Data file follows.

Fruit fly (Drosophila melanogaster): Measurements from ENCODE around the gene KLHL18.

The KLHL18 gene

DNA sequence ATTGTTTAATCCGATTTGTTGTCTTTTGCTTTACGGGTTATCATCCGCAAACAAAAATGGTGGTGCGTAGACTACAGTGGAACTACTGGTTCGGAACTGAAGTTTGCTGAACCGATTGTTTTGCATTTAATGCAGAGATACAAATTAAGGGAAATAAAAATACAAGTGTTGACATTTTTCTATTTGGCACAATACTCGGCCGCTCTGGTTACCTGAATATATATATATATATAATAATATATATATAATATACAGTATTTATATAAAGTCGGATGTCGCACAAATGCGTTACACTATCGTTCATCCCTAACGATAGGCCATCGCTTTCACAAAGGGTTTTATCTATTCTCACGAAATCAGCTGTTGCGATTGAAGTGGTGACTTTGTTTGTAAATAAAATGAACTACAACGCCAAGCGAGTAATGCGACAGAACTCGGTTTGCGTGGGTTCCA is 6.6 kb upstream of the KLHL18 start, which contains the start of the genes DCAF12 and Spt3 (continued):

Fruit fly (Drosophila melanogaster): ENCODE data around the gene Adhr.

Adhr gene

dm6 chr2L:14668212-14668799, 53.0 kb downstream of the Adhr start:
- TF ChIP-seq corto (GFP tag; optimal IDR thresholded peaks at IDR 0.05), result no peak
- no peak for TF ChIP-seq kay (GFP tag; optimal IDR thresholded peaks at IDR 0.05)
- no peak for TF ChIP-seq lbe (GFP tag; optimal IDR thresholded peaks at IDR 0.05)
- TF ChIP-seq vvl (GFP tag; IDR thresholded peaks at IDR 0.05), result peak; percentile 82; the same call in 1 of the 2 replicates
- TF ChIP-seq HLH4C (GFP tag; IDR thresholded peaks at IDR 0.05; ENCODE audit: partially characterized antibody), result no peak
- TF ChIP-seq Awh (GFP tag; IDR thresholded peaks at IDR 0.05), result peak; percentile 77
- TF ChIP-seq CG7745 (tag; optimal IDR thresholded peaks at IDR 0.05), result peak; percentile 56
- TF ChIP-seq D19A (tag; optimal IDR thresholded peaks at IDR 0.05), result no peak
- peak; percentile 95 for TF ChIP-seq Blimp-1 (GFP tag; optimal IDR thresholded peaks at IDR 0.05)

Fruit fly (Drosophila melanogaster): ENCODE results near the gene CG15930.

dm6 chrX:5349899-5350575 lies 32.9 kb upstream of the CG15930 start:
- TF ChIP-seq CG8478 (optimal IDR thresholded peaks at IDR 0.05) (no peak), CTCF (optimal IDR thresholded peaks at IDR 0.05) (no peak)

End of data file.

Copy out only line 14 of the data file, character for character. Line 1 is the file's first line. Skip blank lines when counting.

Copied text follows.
- TF ChIP-seq D19A (tag; optimal IDR thresholded peaks at IDR 0.05), result no peak